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Democracy Of Speedy Walks

Tracking our inexplicable fascination with how fast politicians can walk

The elected official checklist that voters must consult every election year features a catalog of traits that have absolutely nothing to do with how said candidate would govern. We want presidents to be tall. We want politicians to act natural and tell it like it is. And, judging by how easy it is to find descriptions of candidates “galloping” or “sprinting,” we also want our politicians to walk fast.

Maybe we are programmed to equate speed-walking with success, conveying everything you need to know about a politician's ambition through their long strides. Maybe we can blame Teddy Roosevelt, who inspired at least a dozen fluff pieces about how fast he dashed around D.C. A rapid gait will come in handy once a politician is elected too, making it easy to breeze past reporters in the Capitol eager to ask them a question, leaving them with nothing but the opportunity to note that the president "walked briskly" down the hall.

So what does this all mean? Absolutely nothing, especially as we approach our inevitable end-of-WALL-E downfall where walking speed will become irrelevant and the only important characteristic for would-be politicians is that they sound sort of like a robot. But sometimes, especially before a holiday weekend, it’s nice to stop and be slightly amused by breathless descriptions of political paces. Who knew this was a thing?

President William McKinley, 1897: "He walks briskly, but not so rapidly that those whom he meets and who recognize him do not have an opportunity to take off their hats and say, ‘How d’e.’"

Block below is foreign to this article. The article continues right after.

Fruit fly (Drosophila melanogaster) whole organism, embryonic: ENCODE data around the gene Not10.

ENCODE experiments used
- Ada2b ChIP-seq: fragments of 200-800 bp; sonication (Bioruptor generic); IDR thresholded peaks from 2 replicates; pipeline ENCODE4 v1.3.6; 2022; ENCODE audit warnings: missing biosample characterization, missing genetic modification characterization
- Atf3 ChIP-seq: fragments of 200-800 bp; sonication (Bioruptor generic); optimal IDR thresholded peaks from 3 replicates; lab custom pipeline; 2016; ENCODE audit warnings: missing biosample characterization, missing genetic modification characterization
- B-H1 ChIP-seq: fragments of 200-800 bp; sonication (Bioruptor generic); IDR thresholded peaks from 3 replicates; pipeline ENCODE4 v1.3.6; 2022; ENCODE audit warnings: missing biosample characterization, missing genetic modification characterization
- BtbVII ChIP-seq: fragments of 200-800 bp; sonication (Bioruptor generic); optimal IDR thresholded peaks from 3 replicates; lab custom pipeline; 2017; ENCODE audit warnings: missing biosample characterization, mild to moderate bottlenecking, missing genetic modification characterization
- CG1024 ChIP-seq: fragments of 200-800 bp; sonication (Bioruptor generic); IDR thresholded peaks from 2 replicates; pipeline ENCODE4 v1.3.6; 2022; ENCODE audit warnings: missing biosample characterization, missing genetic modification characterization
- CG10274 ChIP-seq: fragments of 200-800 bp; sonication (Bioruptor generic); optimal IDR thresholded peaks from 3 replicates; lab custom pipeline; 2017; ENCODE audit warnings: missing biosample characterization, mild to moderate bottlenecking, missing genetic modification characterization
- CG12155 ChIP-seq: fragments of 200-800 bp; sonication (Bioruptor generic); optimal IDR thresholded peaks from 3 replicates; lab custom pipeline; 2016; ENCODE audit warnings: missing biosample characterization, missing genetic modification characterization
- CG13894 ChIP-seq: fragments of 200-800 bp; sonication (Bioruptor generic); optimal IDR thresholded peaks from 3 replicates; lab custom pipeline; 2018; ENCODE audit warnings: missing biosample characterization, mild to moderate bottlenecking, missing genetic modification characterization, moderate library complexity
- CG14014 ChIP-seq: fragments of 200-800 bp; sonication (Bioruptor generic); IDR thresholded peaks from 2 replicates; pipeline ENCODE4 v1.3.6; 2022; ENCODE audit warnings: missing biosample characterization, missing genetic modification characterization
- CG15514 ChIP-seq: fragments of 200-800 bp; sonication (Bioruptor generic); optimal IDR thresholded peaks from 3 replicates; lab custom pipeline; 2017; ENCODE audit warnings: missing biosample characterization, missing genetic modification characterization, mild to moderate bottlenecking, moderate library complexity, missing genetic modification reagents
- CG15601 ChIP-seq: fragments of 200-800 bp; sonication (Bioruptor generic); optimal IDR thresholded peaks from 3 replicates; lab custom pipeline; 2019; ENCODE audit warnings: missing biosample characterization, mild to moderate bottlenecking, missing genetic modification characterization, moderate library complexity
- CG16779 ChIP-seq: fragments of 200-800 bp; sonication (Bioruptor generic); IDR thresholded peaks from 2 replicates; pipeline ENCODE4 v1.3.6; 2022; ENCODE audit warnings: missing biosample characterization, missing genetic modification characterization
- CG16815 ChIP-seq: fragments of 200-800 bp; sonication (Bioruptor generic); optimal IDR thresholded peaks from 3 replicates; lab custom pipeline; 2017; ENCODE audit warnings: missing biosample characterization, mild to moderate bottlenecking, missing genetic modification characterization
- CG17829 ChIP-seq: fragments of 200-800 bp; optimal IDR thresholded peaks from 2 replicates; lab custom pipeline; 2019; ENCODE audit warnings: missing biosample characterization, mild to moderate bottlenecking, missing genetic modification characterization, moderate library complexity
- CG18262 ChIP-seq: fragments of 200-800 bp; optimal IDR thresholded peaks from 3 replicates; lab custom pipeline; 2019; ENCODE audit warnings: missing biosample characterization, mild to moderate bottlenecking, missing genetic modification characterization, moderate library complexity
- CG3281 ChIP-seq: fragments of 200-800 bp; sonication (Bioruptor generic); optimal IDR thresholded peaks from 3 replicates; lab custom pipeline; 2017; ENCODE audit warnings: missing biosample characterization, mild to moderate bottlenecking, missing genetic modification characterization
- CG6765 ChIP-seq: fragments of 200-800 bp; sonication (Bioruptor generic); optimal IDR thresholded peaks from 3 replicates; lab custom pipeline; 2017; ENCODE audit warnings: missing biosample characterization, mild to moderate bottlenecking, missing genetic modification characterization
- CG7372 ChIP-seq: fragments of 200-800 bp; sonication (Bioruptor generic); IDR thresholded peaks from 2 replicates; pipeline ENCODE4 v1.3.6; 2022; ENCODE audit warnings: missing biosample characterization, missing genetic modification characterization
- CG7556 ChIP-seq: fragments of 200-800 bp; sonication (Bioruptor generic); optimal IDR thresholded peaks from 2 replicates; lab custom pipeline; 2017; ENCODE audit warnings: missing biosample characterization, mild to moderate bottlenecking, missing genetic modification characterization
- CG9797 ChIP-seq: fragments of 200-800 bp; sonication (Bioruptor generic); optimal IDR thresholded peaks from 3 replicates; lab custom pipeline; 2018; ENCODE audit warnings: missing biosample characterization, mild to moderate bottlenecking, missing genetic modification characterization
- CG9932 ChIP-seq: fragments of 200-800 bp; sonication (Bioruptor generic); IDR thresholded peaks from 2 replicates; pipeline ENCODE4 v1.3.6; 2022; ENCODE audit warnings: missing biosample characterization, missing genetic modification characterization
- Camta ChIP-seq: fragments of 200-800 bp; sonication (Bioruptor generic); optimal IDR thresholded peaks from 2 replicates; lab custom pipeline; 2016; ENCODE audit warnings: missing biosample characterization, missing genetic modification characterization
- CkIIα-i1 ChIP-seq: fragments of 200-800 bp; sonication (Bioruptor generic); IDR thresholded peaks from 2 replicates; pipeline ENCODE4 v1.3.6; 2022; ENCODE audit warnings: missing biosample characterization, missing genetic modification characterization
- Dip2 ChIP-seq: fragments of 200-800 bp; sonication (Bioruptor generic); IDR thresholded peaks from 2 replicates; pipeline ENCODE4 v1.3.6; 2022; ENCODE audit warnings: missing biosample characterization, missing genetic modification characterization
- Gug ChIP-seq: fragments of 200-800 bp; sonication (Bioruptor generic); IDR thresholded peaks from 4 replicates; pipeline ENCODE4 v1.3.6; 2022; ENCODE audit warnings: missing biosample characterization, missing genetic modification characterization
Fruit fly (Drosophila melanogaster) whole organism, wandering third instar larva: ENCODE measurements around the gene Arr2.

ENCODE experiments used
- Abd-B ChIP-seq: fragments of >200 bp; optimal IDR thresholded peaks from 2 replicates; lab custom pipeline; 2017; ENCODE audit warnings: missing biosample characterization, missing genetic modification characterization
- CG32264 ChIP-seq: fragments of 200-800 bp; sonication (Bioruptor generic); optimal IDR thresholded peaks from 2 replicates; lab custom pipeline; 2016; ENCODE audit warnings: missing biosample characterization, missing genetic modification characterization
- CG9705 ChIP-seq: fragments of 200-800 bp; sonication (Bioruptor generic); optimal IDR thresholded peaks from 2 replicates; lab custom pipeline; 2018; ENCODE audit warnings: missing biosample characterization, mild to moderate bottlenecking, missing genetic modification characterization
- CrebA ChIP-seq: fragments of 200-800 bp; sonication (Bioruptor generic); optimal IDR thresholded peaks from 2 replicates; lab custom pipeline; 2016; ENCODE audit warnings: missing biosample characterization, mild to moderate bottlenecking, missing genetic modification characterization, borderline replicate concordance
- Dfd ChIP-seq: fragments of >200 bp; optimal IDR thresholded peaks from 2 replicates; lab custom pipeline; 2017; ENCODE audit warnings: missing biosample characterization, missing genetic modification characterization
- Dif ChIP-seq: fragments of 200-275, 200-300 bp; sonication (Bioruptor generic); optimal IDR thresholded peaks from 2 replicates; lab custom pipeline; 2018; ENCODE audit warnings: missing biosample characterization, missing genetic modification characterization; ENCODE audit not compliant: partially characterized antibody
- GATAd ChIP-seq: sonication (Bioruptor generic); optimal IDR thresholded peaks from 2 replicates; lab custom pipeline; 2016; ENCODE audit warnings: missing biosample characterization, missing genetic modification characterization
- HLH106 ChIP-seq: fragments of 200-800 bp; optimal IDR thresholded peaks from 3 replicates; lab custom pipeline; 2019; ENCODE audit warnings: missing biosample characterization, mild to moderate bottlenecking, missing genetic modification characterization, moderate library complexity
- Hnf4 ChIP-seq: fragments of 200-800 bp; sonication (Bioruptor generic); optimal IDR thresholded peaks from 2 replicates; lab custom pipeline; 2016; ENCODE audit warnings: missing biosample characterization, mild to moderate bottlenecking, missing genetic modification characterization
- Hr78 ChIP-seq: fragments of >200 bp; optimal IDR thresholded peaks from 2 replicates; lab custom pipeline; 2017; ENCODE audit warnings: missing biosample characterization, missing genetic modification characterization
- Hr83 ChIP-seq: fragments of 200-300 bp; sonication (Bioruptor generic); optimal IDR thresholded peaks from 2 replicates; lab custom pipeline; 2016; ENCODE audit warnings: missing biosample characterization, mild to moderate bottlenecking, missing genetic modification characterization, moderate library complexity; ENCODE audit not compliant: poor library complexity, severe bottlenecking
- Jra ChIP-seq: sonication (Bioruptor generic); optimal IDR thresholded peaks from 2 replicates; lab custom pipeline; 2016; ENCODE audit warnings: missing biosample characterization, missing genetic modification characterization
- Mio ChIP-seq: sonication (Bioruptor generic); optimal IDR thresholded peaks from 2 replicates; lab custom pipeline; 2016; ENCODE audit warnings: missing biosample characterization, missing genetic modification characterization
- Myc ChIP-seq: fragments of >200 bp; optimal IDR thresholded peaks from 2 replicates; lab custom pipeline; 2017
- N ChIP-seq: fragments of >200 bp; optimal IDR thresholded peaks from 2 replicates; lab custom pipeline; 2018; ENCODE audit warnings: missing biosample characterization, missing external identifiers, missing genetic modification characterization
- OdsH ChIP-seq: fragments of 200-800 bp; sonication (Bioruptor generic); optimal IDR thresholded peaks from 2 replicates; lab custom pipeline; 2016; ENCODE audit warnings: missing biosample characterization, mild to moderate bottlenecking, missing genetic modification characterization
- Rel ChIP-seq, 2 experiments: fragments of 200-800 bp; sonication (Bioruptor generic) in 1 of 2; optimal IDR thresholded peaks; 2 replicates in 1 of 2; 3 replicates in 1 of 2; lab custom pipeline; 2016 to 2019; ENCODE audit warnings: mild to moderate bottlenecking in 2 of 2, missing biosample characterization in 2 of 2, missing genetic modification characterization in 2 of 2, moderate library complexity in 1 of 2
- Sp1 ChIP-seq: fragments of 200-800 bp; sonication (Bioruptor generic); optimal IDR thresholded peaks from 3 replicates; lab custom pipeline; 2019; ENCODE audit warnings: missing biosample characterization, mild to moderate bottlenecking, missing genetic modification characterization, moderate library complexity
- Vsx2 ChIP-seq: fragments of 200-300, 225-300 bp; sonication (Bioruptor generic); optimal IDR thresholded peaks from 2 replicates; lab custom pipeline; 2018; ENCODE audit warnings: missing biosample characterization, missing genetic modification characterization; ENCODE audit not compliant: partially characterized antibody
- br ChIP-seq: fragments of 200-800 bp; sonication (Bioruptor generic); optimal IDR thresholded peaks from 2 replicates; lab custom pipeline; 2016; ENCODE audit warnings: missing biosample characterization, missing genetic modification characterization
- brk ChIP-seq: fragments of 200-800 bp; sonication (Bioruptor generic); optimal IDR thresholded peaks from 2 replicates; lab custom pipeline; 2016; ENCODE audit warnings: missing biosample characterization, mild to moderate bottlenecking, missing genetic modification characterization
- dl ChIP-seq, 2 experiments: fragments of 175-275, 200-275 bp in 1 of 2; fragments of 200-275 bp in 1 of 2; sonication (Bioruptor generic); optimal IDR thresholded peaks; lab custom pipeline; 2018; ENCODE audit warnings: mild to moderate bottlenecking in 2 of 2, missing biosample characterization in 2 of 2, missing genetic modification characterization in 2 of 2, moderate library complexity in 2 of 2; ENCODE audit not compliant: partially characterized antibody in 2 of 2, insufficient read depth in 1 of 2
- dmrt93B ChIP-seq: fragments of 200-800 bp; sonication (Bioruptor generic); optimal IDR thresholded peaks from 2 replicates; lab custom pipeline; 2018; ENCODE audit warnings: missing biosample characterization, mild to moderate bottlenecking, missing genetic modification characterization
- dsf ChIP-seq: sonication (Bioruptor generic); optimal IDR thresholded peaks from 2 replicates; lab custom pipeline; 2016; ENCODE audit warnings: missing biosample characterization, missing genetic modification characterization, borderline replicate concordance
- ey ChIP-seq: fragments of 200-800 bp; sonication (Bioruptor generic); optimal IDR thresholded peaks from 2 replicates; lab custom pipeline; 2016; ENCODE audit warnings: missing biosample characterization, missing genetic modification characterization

Donald Trump, 1976: "Besides being a fast talker, he is a fast walker, a fast eater, a fast business dealer, and gives the distinct impression of being an early candidate for a cardiac arrest."

Diplomat Robert McClintock, 1961: "A spruce, wiry man with carefully combed gray hair, Mr. McClintock stands erect and walks briskly."

Pennsylvania Senator Richard Schweiker, 1974: "Even the automatic doors are not quick enough for the senator. Adjusting his stride to avoid walking headlong into the glass, he says the fast gait is a result of his high school days in Worcester when he and his brother got up on cold winter mornings and trapped muskrats along the Zacharias Creek to earn some pocket money. ‘It was too cold to do anything else but walk fast.’"

Theodore Roosevelt, 1907: "President Roosevelt always walks to church. He walks briskly. His speed is very close to four miles an hour. The average time consumed by him in going from the gate of the white house [sic] to the front door of the church is 13 minutes. When alone — as he is unless one of the little boys accompanies him — he frequently makes the walk in 12 minutes. He has been known to make it in 11 minutes and a fraction."

Vice-President John Nance Garner, 1938: "At home he reads the newspapers and books and walks briskly about the place, swinging his arms vigorously, to inspect the work of his two hired men."

Michael Dukakis, 1988: "Now, as part of his physical fitness program, Mr. Dukakis carries a four-pound weight in each hand for his walks three or four times weekly. ‘I do about a 13-minute mile,’ he said."